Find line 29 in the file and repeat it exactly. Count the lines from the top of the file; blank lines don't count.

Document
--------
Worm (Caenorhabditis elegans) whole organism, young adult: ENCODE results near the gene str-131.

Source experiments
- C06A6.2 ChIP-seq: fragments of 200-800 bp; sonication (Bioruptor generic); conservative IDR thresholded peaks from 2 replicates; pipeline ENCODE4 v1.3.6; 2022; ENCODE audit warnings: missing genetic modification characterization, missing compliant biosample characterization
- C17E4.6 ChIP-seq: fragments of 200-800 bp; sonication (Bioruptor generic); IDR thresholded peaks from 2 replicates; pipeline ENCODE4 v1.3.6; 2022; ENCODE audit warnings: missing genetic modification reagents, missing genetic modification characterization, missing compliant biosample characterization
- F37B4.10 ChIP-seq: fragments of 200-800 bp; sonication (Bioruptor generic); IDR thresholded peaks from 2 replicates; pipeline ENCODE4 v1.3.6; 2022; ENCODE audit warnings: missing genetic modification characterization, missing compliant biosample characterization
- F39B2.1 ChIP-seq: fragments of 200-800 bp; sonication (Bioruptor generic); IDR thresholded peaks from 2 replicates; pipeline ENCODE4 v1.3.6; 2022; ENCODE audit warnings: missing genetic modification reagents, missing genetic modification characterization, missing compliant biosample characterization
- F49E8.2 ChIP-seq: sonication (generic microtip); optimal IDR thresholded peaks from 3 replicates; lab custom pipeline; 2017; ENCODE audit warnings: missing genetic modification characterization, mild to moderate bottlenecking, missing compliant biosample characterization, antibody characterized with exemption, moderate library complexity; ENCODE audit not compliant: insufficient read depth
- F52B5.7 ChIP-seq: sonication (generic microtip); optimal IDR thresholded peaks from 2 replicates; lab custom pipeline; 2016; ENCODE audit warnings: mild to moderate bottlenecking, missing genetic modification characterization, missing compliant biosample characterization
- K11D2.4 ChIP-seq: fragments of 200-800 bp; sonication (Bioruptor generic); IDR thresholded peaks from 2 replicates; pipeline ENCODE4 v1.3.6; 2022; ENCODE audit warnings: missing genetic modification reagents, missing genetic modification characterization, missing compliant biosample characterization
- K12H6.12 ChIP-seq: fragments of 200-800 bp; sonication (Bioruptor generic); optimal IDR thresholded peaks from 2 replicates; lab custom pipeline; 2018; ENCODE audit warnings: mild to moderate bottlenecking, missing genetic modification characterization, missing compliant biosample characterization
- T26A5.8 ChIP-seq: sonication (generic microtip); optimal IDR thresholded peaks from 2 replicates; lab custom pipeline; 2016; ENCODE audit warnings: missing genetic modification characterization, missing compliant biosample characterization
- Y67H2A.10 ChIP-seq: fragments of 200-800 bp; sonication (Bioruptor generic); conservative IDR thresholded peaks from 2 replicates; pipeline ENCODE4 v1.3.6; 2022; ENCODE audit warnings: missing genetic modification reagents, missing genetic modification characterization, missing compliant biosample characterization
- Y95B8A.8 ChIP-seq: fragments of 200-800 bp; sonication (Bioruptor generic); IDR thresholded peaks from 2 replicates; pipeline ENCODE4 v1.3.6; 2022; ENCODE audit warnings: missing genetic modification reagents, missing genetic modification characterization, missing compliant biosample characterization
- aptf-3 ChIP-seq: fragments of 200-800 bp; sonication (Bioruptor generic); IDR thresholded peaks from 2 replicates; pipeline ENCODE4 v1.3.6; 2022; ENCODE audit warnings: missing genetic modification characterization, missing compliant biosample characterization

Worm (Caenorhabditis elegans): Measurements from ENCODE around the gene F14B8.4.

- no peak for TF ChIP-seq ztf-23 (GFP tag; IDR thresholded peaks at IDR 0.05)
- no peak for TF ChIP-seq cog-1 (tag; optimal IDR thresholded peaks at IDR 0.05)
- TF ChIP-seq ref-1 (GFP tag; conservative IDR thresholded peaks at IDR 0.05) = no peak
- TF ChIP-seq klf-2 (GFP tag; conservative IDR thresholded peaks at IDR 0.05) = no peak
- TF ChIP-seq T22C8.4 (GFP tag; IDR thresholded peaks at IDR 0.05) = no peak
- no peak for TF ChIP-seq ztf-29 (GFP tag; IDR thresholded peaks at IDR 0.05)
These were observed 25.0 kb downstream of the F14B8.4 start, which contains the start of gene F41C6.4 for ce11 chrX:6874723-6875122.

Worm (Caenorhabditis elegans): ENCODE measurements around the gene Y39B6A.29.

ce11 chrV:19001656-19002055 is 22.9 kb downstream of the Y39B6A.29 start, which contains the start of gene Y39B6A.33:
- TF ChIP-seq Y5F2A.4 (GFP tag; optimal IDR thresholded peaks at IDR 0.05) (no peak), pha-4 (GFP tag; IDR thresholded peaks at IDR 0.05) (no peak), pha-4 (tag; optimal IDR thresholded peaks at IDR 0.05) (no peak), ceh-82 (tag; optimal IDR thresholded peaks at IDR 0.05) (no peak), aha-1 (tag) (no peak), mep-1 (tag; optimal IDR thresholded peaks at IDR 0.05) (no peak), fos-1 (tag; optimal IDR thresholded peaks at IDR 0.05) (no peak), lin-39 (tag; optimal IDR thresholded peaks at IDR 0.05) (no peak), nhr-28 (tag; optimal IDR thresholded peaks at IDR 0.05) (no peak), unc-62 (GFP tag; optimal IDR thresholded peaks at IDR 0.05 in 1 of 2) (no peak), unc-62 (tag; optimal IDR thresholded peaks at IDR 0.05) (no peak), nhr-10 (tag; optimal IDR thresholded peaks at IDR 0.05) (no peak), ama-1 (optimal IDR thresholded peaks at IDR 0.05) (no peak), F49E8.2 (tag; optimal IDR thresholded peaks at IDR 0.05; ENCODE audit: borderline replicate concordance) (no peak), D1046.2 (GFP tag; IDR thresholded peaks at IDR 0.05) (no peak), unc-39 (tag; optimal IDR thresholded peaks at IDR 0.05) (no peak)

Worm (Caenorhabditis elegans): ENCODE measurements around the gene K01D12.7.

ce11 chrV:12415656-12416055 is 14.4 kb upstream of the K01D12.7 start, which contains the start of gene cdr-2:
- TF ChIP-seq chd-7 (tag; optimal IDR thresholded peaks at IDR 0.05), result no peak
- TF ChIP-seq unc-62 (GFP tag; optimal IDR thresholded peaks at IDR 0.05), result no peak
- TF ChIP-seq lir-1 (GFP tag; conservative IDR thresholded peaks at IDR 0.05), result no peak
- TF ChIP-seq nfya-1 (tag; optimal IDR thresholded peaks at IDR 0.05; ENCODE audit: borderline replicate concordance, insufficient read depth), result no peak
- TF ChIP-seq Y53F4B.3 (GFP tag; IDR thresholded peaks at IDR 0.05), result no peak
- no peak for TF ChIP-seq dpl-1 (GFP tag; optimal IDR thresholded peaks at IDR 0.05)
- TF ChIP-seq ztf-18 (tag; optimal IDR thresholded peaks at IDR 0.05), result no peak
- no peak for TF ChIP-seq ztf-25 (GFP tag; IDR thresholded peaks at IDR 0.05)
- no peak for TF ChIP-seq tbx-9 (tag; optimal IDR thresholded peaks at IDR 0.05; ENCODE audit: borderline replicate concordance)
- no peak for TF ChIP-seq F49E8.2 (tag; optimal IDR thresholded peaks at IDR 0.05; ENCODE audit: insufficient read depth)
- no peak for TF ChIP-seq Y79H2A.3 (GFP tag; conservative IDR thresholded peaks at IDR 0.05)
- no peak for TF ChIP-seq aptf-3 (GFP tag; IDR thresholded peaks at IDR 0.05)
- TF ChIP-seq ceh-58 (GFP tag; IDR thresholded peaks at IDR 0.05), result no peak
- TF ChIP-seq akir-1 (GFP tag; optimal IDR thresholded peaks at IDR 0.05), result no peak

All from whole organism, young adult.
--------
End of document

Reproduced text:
- TF ChIP-seq unc-62 (GFP tag; optimal IDR thresholded peaks at IDR 0.05), result no peak